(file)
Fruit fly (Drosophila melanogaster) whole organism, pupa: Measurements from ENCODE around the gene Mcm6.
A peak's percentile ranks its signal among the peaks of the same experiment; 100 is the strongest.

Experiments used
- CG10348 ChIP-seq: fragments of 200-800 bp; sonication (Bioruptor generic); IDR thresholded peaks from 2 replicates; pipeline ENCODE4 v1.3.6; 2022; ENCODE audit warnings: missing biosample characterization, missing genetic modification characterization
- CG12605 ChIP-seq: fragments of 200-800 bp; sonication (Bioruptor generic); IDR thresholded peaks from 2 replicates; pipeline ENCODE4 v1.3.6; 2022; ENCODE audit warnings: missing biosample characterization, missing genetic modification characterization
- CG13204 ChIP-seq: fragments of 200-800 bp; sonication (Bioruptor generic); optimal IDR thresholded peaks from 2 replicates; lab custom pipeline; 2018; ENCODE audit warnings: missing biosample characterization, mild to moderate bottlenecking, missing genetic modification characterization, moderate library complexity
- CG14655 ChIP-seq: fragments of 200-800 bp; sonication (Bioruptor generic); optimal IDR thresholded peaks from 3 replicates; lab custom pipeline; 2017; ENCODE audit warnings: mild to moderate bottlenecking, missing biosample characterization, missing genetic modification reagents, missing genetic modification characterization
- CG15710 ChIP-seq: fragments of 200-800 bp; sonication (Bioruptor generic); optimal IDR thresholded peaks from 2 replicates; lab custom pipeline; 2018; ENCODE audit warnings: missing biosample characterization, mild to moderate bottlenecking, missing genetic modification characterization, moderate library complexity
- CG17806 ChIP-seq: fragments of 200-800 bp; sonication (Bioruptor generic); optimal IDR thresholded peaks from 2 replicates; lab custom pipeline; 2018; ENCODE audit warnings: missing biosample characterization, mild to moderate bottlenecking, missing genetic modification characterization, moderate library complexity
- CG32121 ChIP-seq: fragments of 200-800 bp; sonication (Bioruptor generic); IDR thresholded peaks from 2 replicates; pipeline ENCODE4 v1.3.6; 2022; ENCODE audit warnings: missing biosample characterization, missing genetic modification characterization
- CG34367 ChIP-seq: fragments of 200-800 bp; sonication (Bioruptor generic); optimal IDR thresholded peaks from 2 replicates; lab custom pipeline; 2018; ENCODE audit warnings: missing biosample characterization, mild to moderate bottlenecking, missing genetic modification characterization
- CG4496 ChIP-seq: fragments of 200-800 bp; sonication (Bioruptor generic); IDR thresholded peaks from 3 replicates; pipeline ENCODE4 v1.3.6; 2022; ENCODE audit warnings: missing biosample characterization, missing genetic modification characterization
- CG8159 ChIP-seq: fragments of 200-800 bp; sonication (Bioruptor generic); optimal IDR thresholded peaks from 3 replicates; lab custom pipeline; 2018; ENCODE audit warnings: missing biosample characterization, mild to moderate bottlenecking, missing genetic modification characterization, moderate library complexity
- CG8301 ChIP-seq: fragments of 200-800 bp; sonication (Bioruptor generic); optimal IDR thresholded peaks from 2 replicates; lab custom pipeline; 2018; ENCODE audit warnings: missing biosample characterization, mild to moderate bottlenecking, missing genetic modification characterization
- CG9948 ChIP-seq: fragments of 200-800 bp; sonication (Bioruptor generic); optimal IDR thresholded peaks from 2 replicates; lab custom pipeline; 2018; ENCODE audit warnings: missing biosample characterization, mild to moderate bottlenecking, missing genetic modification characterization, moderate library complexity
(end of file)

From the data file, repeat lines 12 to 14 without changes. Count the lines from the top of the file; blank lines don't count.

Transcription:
- CG4496 ChIP-seq: fragments of 200-800 bp; sonication (Bioruptor generic); IDR thresholded peaks from 3 replicates; pipeline ENCODE4 v1.3.6; 2022; ENCODE audit warnings: missing biosample characterization, missing genetic modification characterization
- CG8159 ChIP-seq: fragments of 200-800 bp; sonication (Bioruptor generic); optimal IDR thresholded peaks from 3 replicates; lab custom pipeline; 2018; ENCODE audit warnings: missing biosample characterization, mild to moderate bottlenecking, missing genetic modification characterization, moderate library complexity
- CG8301 ChIP-seq: fragments of 200-800 bp; sonication (Bioruptor generic); optimal IDR thresholded peaks from 2 replicates; lab custom pipeline; 2018; ENCODE audit warnings: missing biosample characterization, mild to moderate bottlenecking, missing genetic modification characterization